We draw a comparison between the school grade and the diagnosis given by a doctor. According to the law, a doctor is not allowed to make a patient's diagnosis public.
The teacher has the right to tell a student's grade in front of the class? We ask this question and link it to depression.
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Ovidiu Pânișoară, university professor, Faculty of Psychology: "I ask students, 'What salary would you like without exaggerating?' We double that number. And starting tomorrow, you're employed! You're like Snow White, birds appear and chirp around you. Until you find out your colleague negotiated a salary not two, but three times higher. This leads us to depression".
In the context of school. Most Western countries have an electronic student record. The teacher knows the grades and only the student in question finds out. Or the parent. Not the entire class.
In school, accurate assessment is made in relation to the individual. At the beginning of the school year, they are at one level. In contrast to the beginning, my development will be assessed solely in relation to myself. This is communicated only to me. This means motivation and building self-confidence.
Ovidiu Pânișoară, university professor, Faculty of Psychology: "I compare students in a class. I already have a problem, and social comparison -the 'crabs in a bucket' mentality- is learned within the family in Romanian society. 'You have to be more beautiful than the other, you don't have to be rich, but richer than the other'. It's a damaging comparison. We end up with an extremely high level of depression. I shouldn't care about the class level. I received a grade for what I can do in relation to myself".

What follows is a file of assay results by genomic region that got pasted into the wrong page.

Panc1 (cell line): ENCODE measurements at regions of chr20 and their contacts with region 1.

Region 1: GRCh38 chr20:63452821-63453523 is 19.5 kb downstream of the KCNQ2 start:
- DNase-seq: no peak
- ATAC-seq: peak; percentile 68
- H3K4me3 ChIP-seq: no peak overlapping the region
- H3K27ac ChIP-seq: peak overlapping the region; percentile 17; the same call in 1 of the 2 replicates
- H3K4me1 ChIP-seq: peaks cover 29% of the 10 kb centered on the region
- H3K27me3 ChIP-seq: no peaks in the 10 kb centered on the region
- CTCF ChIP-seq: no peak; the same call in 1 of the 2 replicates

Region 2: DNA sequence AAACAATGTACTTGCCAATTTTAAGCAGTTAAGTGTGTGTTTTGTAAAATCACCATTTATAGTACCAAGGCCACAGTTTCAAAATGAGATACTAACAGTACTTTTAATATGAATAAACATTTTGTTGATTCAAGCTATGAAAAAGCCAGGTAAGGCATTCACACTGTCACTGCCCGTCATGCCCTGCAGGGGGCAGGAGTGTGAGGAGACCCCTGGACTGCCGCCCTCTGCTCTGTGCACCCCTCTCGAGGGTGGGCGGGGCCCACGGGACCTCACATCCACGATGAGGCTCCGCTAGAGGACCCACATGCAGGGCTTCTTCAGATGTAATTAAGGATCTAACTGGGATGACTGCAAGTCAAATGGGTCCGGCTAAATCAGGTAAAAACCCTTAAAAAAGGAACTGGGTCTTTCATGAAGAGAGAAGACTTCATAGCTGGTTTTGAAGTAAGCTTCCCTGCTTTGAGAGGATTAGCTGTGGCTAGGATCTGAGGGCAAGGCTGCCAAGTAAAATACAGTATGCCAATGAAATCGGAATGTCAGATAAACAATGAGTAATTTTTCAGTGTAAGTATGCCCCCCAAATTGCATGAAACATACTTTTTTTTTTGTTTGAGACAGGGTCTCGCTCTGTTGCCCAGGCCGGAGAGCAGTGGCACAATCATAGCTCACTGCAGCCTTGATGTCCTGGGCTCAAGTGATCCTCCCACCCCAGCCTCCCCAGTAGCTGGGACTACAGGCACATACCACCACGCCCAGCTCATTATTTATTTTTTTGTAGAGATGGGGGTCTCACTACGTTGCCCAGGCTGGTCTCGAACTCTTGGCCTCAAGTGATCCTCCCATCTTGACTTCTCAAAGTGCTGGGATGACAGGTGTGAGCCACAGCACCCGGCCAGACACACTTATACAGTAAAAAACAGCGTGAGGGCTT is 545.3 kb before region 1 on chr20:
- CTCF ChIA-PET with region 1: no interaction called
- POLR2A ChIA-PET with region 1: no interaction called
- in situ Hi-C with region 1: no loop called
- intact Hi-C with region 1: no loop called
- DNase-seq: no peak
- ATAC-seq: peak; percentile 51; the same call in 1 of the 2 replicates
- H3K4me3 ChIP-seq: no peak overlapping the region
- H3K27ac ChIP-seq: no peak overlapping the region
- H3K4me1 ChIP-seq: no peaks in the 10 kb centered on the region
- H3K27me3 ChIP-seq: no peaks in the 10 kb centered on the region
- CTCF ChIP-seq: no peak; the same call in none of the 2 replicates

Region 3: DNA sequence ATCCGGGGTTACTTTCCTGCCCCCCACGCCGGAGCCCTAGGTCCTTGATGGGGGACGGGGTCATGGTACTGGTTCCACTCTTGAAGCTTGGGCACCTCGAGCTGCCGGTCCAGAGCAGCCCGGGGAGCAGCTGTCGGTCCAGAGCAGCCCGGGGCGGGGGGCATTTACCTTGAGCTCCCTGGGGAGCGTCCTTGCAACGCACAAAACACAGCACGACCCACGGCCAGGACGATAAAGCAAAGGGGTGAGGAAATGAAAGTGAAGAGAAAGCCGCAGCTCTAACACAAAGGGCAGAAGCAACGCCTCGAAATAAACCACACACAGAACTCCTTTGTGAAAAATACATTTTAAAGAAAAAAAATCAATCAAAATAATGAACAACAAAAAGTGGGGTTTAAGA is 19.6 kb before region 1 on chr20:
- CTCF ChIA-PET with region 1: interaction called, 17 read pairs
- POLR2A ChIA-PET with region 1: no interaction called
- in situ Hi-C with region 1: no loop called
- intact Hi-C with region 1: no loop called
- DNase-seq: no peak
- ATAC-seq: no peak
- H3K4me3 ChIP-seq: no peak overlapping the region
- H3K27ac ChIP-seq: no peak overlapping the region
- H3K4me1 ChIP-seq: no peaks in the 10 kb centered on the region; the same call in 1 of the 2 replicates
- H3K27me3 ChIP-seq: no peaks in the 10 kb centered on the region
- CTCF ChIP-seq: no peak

You're constantly comparing yourself to the external, to others. Anxiety ensues. The first brick of the illnesses called anxiety and depression disorder.
What can a parent do? Tell your children clearly: "I'm happy to be with you!" ; "I'm happy to have you!". Wait for their reaction. Your first question should not be: "What did you do at school?"; "What grade did you get?" ; "What grades did others get?".
Elena Brănaru, board-certified pediatric psychiatrist: "If a child is sad, unhappy, performing poorly at school, it would be better to start inquiring, not to consider them stupid and that they have poor performance at school. It's very important to talk from one person to another, not from image to image".